Existing regulations for probiotics

Presently, probiotic foods are not governed under specific European Union regulatory frameworks, however the Novel Food Regulation could be relevant in some special cases. European Food Safety Authority (EFSA) has launched the European Initiatives towards a “Qualified Presumption of Safety” (QPS) concept that allows strains with established extensive testing to enter into the market without extensive testing requirement.

Recent reports indicate two categories for “Food with Health Claims” in Japan namely “Food with Nutrient Function Claims” and “Food for Specified Health Uses” (FOSHU). For adopting the FOSHU label, the product must contain dietary ingredients that have beneficial effects on the physiological functions of the human body, maintain and promote health, and improve healthrelated conditions. However, claims of disease-risk reduction are not currently allowed under FOSHU.

In USA, Food and Drug Administration (FDA) have provided its “Partial List of Microorganisms and Microbial-Derived Ingredients that are used in Foods” which can be used as probiotics. Label of probiotic-containing food products declare the bacterial genera and species but not their levels of viable population. National Yoghurt association (NYA) have allowed to use the “Live Active Culture Seal” for products containing 108 viable cultures/g at time of manufacture, however differentiate between lactic acid producing bacteria and probiotic bacteria or assurance of viability of cultures at end of shelf life are not furnished.

It can be observed that different countries across the world have diverse legislative view for probiotic containing foods, which causes difficulties for the consumers to decide or ensure whether they are getting the ideal foods. It is not justified to allow the use of certain probiotic organisms, which have long history of safety. It is thus felt that various regulating agencies around the world should review the research data and establish guidelines for assessing probiotic foods for a consistent product all over the world.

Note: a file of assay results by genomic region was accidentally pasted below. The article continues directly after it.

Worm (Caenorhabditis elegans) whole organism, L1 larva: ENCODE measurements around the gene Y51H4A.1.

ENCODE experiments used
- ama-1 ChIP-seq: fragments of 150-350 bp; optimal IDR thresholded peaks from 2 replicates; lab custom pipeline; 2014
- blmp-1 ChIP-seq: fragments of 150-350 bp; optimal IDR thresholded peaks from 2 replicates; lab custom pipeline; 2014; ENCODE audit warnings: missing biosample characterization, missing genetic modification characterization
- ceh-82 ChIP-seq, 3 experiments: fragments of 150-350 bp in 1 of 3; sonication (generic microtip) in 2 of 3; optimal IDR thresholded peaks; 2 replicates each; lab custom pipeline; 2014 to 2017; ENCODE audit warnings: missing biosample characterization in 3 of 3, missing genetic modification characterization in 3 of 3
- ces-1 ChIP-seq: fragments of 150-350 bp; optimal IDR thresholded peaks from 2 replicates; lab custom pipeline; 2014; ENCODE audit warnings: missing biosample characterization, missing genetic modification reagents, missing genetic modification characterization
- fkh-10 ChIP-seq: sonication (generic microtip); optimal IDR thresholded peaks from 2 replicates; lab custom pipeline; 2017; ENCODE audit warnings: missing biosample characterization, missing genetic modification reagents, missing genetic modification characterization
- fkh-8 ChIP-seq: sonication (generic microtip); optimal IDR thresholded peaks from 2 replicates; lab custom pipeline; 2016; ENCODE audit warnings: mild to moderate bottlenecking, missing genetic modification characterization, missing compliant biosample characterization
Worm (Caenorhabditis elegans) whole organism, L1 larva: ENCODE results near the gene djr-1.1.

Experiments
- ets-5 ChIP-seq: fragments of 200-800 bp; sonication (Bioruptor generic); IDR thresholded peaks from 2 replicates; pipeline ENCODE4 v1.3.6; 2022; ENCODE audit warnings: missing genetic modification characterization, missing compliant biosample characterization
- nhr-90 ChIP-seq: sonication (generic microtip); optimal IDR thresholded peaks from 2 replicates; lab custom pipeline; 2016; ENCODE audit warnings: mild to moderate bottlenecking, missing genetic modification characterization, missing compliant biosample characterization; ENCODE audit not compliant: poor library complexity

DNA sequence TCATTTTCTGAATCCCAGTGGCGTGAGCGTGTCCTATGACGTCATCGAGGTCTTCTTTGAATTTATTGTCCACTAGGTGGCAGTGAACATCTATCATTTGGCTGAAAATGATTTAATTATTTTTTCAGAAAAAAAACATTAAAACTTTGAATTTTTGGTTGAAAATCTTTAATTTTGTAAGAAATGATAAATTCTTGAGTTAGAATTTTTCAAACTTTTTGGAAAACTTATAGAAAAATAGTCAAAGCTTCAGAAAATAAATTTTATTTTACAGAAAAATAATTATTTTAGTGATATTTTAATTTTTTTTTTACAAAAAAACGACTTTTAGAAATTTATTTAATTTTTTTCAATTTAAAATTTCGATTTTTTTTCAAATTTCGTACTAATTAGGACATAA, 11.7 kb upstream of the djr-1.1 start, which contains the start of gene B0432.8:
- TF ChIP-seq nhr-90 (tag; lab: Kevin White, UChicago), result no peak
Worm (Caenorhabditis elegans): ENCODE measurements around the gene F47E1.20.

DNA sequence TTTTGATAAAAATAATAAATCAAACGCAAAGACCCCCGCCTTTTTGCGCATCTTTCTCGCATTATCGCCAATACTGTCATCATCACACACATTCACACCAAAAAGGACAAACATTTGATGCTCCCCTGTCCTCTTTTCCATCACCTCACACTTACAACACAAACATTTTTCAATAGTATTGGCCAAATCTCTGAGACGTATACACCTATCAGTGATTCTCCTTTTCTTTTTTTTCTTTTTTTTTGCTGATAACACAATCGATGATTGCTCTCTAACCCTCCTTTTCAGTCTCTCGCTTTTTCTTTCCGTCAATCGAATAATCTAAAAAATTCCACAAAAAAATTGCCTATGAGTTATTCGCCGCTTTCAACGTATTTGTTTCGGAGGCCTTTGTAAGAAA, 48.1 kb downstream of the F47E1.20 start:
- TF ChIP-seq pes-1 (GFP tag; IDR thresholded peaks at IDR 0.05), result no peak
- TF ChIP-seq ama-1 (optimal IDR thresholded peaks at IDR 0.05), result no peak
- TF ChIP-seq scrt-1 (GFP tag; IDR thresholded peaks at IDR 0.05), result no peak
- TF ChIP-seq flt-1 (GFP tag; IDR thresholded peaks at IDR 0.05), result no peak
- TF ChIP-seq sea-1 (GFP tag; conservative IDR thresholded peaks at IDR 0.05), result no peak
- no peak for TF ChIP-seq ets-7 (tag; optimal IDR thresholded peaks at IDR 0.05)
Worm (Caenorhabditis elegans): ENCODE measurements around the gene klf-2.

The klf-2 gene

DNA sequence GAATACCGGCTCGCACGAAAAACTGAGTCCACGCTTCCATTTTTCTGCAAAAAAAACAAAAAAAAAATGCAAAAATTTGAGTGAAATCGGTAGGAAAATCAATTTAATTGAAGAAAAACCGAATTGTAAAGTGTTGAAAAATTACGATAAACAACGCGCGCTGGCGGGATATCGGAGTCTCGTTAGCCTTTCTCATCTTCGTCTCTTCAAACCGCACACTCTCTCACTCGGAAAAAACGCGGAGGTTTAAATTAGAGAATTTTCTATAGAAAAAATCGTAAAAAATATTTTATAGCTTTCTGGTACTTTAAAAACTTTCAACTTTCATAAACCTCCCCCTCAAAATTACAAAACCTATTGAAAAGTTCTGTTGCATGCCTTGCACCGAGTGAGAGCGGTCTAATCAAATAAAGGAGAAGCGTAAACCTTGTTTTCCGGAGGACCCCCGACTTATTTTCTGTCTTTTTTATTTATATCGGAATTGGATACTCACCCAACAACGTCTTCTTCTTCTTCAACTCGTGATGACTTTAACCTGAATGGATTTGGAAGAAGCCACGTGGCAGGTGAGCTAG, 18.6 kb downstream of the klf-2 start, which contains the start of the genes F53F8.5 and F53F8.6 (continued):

Requisites for a probiotic food

For nutritional and clinical studies on functional foods and probiotic foods for assessing their health claims following information are required [37].

• Every documented strain must be tested independently
• Extrapolation of data from closely related strains should not accepted
• Probiotic strains, study products and study populations must be well-defined
• Double-blind, placebo controlled and randomised human studies must be conducted
• Results obtained must be confirmed by several independent research groups
• Results must be published in peer-reviewed journals Any probiotic food available in the market must be subjected to the following studies prior to its labeling as “probiotics” [15].
• Genus, species and strains of starter cultures must be identified by phenotypic and genotypic methods
• Functional characterization of the product must be determined through in vitro and animal studies
• Safety assessment of the product must be analyzed through in vitro and animal studies and Phase 1 (Safety) human study
• Double blind, randomized, placebo-controlled (DBPC) Phase 2 (Efficacy) human trial must be carried or through other appropriate design method with sample size and primary outcome appropriate to determine if strain/product is efficacious
• Preferably second independent DBPC study must be done to confirm results
• Phase 3 (Effectiveness) trial is appropriate to compare probiotics with standard treatment of a specific condition
• Phase 4 (Surveillance) trials is necessary for clinical evaluation
• Labeling contents

    • Genus, species, strain designation
    • Proper storage conditions
    • Corporate contact details for consumer information
    • Health claims
    • The suggested serving size must deliver the effective dose of probiotics related to the health claims
    • Minimum numbers of viable bacteria at end of shelflife


With the realization of the link between the food and health, worldwide consumer's inclination towards healthful foods have increased dramatically in recent years. Due to presence of certain functional properties, probiotics could be exploited as a new promising ingredient for functional food formulations. For successful marketing of probiotics as a functional food, viability of the organisms must be ensured during processing, storage and at the time of consumption. Worldwide regulation and guidelines and a standard of identity must be established to ensure a uniform and safe product.